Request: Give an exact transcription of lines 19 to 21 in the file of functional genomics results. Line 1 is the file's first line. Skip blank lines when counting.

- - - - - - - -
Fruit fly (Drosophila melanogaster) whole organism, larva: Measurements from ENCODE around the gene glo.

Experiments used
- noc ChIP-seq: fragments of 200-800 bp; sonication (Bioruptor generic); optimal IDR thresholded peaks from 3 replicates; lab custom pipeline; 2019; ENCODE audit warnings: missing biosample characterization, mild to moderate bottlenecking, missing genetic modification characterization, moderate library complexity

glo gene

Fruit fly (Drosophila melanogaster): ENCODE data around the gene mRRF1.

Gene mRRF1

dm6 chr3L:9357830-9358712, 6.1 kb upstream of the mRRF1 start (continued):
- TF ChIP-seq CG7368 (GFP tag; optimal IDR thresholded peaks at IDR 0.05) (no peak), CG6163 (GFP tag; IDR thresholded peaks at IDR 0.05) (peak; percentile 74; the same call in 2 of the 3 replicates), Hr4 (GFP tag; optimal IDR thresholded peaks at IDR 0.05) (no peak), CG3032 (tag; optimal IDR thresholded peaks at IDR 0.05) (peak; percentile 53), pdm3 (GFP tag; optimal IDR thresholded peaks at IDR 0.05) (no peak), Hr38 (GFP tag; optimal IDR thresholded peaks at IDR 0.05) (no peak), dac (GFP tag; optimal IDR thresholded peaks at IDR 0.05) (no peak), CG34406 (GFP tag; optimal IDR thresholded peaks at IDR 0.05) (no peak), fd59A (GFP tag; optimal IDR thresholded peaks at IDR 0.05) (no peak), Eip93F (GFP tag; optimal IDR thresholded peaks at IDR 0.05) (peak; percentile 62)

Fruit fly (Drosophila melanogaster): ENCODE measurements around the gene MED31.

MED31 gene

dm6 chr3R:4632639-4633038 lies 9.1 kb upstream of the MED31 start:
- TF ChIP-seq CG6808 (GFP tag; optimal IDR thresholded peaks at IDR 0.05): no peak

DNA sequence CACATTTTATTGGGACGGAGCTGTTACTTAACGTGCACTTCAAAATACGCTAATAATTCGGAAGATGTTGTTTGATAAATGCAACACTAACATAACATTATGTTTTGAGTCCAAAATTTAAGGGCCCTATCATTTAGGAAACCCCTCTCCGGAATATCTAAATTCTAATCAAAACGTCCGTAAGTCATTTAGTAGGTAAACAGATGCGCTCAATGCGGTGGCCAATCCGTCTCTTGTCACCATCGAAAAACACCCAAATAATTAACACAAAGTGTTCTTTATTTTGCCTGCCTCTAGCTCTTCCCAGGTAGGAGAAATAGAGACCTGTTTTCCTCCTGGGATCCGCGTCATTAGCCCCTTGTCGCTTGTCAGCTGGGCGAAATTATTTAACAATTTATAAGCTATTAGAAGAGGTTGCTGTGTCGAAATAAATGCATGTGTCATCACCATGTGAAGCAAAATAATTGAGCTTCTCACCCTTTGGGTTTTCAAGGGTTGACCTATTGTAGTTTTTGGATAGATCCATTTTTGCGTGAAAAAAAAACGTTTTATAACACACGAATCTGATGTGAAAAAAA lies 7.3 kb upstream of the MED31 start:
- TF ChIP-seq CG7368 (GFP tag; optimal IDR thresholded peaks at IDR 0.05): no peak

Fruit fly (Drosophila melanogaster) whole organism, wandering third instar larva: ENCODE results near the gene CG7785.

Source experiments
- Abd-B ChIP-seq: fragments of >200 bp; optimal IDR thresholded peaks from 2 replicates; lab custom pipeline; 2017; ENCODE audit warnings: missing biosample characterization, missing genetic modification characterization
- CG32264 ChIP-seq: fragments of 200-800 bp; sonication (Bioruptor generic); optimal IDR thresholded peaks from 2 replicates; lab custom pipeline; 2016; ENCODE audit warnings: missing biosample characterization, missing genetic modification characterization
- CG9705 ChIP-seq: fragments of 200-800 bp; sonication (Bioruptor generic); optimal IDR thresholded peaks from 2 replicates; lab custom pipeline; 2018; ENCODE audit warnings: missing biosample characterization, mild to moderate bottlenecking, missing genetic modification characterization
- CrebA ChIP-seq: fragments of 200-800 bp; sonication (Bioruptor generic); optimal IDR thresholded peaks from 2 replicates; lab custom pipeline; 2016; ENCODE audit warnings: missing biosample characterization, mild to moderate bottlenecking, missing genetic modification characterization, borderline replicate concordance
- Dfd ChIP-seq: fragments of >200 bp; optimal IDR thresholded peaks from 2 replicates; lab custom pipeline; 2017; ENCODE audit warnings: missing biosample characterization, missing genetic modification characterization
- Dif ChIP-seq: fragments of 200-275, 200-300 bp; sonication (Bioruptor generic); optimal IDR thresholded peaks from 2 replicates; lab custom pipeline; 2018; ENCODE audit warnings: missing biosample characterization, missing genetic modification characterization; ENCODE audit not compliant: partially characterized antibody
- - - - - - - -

- CG9705 ChIP-seq: fragments of 200-800 bp; sonication (Bioruptor generic); optimal IDR thresholded peaks from 2 replicates; lab custom pipeline; 2018; ENCODE audit warnings: missing biosample characterization, mild to moderate bottlenecking, missing genetic modification characterization
- CrebA ChIP-seq: fragments of 200-800 bp; sonication (Bioruptor generic); optimal IDR thresholded peaks from 2 replicates; lab custom pipeline; 2016; ENCODE audit warnings: missing biosample characterization, mild to moderate bottlenecking, missing genetic modification characterization, borderline replicate concordance
- Dfd ChIP-seq: fragments of >200 bp; optimal IDR thresholded peaks from 2 replicates; lab custom pipeline; 2017; ENCODE audit warnings: missing biosample characterization, missing genetic modification characterization